Feb. 4 (Bloomberg) -- Former Malawian Justice Minister Ralph Kasambara is scheduled to appear in court tomorrow to face charges of attempting to murder a former budget director who was investigating corruption among government officials.
The shooting of former budget director Paul Mphwiyo in September sparked demands for a probe into allegations that as much as 30 percent of state funds was being embezzled in what local media dubbed “cashgate.” President Joyce Banda fired her cabinet the next month, while donors, which provide 40 percent of the budget, froze as much as $120 million in aid.
Kasambara was arrested last month on a separate charge of money laundering and was released on bail. He denies both charges.
“I feel this case holds the key to the truth behind what really happened for the country to lose such a huge sum of money,” Billy Banda, executive director of the Blantyre-based rights group, Malawi Watch, said today in an interview. “The former justice minister has named President Joyce Banda as his key witness. We want to know how involved the president was in this cashgate saga.”
Banda, 63, has denied involvement in graft and vowed to press ahead with investigations into corruption even if it means she loses elections scheduled for this year. The probes into as many as 69 civil servants, businessmen and politicians have led to departures of members of Banda’s People’s Party to the opposition, which includes Peter Mutharika’s Democratic Progressive Party, the United Democratic Front and the Malawi Congress Party.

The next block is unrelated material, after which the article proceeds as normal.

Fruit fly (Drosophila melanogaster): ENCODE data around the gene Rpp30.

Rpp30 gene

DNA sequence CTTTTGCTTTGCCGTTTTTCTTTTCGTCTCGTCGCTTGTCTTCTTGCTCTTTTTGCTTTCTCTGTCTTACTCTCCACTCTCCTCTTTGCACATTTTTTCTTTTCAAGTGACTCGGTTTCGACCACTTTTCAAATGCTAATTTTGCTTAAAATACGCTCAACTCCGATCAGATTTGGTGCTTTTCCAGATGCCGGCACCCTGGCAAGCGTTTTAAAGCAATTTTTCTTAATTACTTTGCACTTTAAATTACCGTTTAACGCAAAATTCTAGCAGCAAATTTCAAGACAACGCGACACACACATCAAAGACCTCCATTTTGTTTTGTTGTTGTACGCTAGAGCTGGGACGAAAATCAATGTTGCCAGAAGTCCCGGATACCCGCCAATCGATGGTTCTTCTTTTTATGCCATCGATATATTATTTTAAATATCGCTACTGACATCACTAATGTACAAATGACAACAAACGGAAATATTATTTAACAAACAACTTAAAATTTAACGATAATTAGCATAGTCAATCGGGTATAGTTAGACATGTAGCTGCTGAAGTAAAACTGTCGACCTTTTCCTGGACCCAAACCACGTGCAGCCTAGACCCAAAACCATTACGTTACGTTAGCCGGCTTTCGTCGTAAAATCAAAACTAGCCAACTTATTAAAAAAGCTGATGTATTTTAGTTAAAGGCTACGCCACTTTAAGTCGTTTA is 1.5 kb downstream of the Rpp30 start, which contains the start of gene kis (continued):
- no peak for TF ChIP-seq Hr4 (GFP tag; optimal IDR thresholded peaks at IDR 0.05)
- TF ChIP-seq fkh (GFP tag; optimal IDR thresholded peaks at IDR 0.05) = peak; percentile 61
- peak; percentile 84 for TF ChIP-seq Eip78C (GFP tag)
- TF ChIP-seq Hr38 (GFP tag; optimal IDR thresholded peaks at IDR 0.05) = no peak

Banda became Africa’s second female president when she succeeded Bingu wa Mutharika, Peter’s brother, who died in office in April 2012. She devalued the kwacha and raised fuel prices a month after taking office, unlocking aid from donors such as the U.K. and the International Monetary Fund and sparking nationwide protests over rising prices.
About half of Malawi’s 15 million people live on less than $1 a day, according to the IMF. The country is Africa’s top exporter of burley tobacco, a low-grade variety of the crop. Limbe Leaf Tobacco Co., a unit of U.S.-based Universal Corp., Alliance One International Inc. and Japan Tobacco Inc. are among buyers in the nation. The economy was estimated at $4.27 billion in 2012 by the World Bank.
Malawi ranked 91st out of 175 countries on Transparency International’s 2013 Corruption Perceptions Index, down from 37th, the year before.
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